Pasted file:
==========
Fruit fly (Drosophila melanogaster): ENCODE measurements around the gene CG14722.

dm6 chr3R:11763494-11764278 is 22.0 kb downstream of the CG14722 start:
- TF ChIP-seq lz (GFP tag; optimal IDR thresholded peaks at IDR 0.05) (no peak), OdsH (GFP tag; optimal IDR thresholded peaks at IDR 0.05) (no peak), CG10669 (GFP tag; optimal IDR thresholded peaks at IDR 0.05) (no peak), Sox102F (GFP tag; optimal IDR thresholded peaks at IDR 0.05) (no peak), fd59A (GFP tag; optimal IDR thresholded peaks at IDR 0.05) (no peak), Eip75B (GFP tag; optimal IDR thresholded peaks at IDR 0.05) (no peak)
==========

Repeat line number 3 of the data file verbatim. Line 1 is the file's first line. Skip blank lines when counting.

- TF ChIP-seq lz (GFP tag; optimal IDR thresholded peaks at IDR 0.05) (no peak), OdsH (GFP tag; optimal IDR thresholded peaks at IDR 0.05) (no peak), CG10669 (GFP tag; optimal IDR thresholded peaks at IDR 0.05) (no peak), Sox102F (GFP tag; optimal IDR thresholded peaks at IDR 0.05) (no peak), fd59A (GFP tag; optimal IDR thresholded peaks at IDR 0.05) (no peak), Eip75B (GFP tag; optimal IDR thresholded peaks at IDR 0.05) (no peak)